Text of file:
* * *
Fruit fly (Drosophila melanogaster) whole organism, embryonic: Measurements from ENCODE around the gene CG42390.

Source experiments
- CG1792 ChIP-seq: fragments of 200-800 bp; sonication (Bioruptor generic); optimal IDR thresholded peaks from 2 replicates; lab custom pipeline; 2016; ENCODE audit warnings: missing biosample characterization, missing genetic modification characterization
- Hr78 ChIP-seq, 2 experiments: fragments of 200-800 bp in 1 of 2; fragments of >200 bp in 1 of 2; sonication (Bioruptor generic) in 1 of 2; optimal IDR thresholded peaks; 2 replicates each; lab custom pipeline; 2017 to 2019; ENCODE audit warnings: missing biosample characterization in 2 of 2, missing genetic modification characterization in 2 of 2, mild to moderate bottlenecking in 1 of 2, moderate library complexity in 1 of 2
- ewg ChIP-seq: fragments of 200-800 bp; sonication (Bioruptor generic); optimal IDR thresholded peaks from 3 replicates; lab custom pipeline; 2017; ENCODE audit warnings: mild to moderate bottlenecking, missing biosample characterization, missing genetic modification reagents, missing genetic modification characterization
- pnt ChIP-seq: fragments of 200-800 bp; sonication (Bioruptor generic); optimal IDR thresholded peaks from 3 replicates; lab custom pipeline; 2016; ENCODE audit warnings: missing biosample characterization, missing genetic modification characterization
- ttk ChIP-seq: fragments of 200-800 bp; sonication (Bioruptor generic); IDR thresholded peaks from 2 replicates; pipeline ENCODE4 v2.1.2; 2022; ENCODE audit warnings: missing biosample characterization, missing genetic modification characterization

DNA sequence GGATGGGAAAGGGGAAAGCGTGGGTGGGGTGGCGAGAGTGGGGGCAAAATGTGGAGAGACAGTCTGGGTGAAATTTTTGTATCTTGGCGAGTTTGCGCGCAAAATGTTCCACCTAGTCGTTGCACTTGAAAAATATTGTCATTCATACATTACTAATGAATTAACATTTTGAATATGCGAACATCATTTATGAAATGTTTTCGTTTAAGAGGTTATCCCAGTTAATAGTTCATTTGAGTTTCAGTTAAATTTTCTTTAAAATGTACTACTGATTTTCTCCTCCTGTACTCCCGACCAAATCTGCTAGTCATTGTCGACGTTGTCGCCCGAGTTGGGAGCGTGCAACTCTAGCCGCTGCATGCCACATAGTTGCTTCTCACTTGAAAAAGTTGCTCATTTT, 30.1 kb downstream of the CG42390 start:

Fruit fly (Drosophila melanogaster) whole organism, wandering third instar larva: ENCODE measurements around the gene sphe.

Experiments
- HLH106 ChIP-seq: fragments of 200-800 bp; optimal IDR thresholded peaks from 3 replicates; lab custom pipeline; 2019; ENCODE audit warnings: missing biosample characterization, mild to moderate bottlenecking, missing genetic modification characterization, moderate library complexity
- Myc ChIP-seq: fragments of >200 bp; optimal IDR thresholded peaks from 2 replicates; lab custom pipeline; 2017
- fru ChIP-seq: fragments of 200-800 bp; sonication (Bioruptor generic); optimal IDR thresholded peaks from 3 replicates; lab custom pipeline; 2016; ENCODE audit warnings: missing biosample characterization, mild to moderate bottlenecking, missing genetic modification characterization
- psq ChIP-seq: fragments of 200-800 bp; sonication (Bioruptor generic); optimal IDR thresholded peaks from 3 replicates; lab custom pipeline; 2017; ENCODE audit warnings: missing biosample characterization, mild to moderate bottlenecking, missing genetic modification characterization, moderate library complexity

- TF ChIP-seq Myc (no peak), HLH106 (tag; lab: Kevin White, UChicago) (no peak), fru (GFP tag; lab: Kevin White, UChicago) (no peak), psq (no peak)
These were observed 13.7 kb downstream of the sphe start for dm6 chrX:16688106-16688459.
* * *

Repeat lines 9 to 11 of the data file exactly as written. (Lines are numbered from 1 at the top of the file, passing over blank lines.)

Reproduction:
Fruit fly (Drosophila melanogaster) whole organism, wandering third instar larva: ENCODE measurements around the gene sphe.

Experiments
- HLH106 ChIP-seq: fragments of 200-800 bp; optimal IDR thresholded peaks from 3 replicates; lab custom pipeline; 2019; ENCODE audit warnings: missing biosample characterization, mild to moderate bottlenecking, missing genetic modification characterization, moderate library complexity